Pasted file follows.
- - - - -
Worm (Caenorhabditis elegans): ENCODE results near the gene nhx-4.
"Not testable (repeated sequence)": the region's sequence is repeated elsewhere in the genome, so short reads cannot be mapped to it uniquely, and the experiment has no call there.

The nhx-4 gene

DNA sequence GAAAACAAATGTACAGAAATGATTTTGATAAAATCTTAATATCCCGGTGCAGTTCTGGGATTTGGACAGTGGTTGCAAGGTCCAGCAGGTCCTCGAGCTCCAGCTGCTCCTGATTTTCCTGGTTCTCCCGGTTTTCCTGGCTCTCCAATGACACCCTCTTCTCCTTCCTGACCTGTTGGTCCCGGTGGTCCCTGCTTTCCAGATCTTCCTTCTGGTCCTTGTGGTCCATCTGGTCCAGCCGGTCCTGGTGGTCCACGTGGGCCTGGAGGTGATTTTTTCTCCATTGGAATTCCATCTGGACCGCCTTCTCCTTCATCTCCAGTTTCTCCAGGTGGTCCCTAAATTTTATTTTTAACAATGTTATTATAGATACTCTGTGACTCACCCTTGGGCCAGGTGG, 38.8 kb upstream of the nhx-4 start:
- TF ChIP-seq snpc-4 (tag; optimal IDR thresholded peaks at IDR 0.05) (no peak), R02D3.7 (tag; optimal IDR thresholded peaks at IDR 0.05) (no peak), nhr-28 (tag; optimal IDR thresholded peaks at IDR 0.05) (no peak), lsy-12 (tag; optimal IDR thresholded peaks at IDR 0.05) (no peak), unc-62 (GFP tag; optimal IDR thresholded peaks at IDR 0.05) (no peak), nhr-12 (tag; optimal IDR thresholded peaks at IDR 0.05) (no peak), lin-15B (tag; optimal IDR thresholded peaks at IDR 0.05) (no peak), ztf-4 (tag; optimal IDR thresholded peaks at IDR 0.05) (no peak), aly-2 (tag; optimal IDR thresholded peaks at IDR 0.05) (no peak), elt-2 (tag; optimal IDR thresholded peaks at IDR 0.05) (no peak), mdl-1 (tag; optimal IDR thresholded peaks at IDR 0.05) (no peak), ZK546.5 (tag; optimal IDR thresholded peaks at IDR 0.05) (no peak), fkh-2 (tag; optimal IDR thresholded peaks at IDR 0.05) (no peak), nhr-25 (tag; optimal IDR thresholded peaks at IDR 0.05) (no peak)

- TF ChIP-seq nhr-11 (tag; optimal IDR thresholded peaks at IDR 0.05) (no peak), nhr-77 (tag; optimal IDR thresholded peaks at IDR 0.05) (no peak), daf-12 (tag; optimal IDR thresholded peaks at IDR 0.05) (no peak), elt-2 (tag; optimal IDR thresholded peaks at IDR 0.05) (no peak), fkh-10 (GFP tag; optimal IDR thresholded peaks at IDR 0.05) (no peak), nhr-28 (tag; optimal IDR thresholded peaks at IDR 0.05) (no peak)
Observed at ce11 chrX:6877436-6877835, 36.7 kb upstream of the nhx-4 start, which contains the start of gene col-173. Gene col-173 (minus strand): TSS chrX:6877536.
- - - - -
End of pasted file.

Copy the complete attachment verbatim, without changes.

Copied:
Worm (Caenorhabditis elegans): ENCODE results near the gene nhx-4.
"Not testable (repeated sequence)": the region's sequence is repeated elsewhere in the genome, so short reads cannot be mapped to it uniquely, and the experiment has no call there.

The nhx-4 gene

DNA sequence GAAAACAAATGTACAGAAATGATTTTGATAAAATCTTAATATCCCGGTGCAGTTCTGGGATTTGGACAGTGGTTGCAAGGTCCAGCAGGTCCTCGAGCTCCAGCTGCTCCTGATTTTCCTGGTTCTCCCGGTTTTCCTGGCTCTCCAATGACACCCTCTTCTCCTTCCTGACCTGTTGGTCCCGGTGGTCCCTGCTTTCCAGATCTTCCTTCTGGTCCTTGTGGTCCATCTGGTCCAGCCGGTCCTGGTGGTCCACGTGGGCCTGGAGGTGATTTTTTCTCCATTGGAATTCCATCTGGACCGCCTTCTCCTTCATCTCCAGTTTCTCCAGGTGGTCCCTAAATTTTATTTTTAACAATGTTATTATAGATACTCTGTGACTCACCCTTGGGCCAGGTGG, 38.8 kb upstream of the nhx-4 start:
- TF ChIP-seq snpc-4 (tag; optimal IDR thresholded peaks at IDR 0.05) (no peak), R02D3.7 (tag; optimal IDR thresholded peaks at IDR 0.05) (no peak), nhr-28 (tag; optimal IDR thresholded peaks at IDR 0.05) (no peak), lsy-12 (tag; optimal IDR thresholded peaks at IDR 0.05) (no peak), unc-62 (GFP tag; optimal IDR thresholded peaks at IDR 0.05) (no peak), nhr-12 (tag; optimal IDR thresholded peaks at IDR 0.05) (no peak), lin-15B (tag; optimal IDR thresholded peaks at IDR 0.05) (no peak), ztf-4 (tag; optimal IDR thresholded peaks at IDR 0.05) (no peak), aly-2 (tag; optimal IDR thresholded peaks at IDR 0.05) (no peak), elt-2 (tag; optimal IDR thresholded peaks at IDR 0.05) (no peak), mdl-1 (tag; optimal IDR thresholded peaks at IDR 0.05) (no peak), ZK546.5 (tag; optimal IDR thresholded peaks at IDR 0.05) (no peak), fkh-2 (tag; optimal IDR thresholded peaks at IDR 0.05) (no peak), nhr-25 (tag; optimal IDR thresholded peaks at IDR 0.05) (no peak)

- TF ChIP-seq nhr-11 (tag; optimal IDR thresholded peaks at IDR 0.05) (no peak), nhr-77 (tag; optimal IDR thresholded peaks at IDR 0.05) (no peak), daf-12 (tag; optimal IDR thresholded peaks at IDR 0.05) (no peak), elt-2 (tag; optimal IDR thresholded peaks at IDR 0.05) (no peak), fkh-10 (GFP tag; optimal IDR thresholded peaks at IDR 0.05) (no peak), nhr-28 (tag; optimal IDR thresholded peaks at IDR 0.05) (no peak)
Observed at ce11 chrX:6877436-6877835, 36.7 kb upstream of the nhx-4 start, which contains the start of gene col-173. Gene col-173 (minus strand): TSS chrX:6877536.